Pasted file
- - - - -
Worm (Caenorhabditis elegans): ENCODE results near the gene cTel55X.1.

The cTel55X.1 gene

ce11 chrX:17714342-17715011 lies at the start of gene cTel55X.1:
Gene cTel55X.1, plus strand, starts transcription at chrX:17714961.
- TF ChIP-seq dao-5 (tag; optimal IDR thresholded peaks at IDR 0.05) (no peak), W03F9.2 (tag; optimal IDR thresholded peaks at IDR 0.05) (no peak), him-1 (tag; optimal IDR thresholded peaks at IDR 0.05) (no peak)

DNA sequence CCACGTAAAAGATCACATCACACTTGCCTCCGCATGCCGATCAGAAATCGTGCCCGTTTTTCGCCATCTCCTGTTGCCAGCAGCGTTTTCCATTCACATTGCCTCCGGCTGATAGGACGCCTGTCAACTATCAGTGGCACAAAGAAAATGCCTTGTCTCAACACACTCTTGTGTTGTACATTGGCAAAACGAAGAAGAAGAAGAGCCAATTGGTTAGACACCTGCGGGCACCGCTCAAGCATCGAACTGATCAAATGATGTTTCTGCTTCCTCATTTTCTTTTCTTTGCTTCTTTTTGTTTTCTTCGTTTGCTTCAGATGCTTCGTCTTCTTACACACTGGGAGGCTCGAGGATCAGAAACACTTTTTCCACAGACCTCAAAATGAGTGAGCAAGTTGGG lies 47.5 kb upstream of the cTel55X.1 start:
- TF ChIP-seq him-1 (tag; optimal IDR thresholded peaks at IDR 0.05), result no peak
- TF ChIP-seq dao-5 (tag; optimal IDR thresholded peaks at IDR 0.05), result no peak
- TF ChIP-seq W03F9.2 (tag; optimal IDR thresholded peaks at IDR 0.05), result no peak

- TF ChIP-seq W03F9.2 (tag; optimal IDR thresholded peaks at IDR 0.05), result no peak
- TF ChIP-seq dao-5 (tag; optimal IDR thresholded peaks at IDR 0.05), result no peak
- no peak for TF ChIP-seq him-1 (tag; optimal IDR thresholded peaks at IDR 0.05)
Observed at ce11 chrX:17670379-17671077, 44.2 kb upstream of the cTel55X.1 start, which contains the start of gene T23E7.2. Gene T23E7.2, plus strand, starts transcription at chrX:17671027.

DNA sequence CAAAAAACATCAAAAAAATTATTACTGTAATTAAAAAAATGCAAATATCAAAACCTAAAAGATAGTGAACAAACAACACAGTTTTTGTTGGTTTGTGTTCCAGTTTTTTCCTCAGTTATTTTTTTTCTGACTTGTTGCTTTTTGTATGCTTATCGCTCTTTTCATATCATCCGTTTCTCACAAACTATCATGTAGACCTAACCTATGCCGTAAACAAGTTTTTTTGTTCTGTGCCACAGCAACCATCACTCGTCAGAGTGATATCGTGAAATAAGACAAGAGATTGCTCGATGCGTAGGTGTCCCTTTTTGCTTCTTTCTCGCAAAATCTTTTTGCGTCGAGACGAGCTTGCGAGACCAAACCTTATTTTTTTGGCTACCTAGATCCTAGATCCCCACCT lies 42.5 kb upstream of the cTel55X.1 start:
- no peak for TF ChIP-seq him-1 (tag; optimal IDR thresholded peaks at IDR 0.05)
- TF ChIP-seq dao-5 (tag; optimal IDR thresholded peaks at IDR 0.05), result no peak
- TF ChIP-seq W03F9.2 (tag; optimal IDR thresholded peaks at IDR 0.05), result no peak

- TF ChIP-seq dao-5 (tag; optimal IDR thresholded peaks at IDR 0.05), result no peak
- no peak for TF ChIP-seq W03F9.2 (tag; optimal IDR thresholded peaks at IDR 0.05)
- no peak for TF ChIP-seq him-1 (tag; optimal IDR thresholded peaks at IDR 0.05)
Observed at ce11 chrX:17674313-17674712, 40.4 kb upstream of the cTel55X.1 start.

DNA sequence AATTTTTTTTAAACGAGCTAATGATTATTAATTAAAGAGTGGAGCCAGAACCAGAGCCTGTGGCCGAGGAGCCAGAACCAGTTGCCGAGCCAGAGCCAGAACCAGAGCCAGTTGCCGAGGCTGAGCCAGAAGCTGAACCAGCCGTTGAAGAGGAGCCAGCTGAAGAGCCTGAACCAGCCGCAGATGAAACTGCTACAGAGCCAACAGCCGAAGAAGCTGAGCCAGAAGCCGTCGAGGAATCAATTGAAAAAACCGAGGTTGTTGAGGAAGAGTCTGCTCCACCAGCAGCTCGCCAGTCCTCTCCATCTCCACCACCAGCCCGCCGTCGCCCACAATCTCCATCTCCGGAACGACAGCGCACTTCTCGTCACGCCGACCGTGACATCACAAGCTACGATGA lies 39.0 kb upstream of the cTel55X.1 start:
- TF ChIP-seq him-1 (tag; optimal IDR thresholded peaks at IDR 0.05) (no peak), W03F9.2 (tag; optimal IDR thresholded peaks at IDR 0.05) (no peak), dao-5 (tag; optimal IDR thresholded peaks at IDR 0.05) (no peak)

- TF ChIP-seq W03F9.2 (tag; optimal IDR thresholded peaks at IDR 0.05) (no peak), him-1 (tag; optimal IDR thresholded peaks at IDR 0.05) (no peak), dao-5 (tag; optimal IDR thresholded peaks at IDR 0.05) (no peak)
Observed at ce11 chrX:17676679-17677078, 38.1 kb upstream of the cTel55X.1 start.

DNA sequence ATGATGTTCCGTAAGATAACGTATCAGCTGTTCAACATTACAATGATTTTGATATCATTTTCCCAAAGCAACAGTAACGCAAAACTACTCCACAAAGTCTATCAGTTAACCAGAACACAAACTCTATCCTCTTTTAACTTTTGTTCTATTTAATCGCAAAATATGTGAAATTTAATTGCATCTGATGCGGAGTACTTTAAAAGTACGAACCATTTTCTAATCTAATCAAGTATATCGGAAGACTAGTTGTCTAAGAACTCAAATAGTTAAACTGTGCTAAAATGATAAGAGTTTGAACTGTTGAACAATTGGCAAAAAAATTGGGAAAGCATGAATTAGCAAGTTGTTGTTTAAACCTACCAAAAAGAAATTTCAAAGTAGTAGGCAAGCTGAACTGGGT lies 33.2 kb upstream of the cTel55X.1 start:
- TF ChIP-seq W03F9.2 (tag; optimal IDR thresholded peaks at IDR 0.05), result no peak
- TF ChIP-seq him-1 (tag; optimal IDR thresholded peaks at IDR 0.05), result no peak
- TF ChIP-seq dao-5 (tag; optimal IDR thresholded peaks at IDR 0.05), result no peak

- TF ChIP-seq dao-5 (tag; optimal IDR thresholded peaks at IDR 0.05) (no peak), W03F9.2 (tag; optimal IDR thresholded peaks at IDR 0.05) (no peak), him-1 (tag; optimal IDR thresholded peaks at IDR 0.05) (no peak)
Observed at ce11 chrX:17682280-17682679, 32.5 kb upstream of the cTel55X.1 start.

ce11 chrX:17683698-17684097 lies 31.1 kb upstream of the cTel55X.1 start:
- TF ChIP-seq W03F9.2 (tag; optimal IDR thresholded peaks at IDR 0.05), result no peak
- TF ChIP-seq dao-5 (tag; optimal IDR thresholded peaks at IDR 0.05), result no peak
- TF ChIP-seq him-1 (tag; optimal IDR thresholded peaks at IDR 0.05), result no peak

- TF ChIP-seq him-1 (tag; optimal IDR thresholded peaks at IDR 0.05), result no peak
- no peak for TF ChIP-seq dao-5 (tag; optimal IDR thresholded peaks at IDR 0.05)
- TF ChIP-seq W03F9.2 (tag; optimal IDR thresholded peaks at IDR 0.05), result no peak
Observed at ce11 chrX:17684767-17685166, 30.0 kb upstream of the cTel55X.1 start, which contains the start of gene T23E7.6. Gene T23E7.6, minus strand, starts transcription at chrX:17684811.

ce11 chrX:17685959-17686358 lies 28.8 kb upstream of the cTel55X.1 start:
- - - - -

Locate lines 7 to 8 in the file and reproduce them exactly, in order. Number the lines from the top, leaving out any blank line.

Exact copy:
- TF ChIP-seq him-1 (tag; optimal IDR thresholded peaks at IDR 0.05), result no peak
- TF ChIP-seq dao-5 (tag; optimal IDR thresholded peaks at IDR 0.05), result no peak